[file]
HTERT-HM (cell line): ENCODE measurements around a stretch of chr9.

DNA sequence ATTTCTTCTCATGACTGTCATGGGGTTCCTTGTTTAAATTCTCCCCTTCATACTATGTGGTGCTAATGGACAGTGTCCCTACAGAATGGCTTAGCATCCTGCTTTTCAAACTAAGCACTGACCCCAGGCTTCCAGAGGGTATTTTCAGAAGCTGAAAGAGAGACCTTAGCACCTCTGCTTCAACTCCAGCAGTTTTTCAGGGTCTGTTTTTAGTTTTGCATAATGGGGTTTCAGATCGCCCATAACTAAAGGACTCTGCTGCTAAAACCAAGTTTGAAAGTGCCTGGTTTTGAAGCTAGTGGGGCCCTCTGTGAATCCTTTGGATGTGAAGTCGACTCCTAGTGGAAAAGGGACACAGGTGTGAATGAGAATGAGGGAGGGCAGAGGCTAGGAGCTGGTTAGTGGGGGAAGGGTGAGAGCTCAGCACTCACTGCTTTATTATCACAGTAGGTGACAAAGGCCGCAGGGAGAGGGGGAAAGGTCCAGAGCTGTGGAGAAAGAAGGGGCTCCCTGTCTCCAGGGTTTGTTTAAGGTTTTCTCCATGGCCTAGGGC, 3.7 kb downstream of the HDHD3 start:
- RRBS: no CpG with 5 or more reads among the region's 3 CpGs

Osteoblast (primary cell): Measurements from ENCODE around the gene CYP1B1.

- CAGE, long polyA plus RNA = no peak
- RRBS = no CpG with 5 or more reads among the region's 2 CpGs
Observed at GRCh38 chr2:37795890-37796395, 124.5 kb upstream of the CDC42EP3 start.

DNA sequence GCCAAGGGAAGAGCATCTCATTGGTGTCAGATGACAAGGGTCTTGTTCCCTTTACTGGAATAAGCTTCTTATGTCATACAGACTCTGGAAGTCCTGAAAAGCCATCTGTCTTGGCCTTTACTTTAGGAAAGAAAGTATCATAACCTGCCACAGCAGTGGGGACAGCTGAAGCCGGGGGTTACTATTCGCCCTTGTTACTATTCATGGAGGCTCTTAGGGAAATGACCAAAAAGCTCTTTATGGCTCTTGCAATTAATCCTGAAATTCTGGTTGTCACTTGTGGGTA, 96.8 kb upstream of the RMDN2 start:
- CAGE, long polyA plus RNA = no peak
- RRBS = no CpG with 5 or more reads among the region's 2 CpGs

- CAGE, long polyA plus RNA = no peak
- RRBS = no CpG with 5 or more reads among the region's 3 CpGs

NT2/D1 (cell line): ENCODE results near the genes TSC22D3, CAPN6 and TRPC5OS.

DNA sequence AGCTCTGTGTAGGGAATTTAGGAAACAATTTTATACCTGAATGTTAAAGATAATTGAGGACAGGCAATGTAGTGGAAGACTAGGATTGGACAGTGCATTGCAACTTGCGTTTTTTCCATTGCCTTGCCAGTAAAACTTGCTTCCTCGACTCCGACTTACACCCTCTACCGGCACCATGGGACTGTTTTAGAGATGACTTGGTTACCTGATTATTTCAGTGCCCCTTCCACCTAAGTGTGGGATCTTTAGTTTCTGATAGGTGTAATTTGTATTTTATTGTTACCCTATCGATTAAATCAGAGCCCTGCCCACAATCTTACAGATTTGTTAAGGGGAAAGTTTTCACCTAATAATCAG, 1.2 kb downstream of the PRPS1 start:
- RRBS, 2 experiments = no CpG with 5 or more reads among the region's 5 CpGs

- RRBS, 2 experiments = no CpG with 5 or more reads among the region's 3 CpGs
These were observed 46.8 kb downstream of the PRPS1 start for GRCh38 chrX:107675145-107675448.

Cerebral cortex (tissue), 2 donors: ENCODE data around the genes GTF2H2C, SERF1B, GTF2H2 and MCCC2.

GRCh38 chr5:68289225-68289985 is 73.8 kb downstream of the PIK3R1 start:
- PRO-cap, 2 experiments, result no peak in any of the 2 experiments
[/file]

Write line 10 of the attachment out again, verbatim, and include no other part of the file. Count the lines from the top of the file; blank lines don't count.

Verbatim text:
- RRBS = no CpG with 5 or more reads among the region's 2 CpGs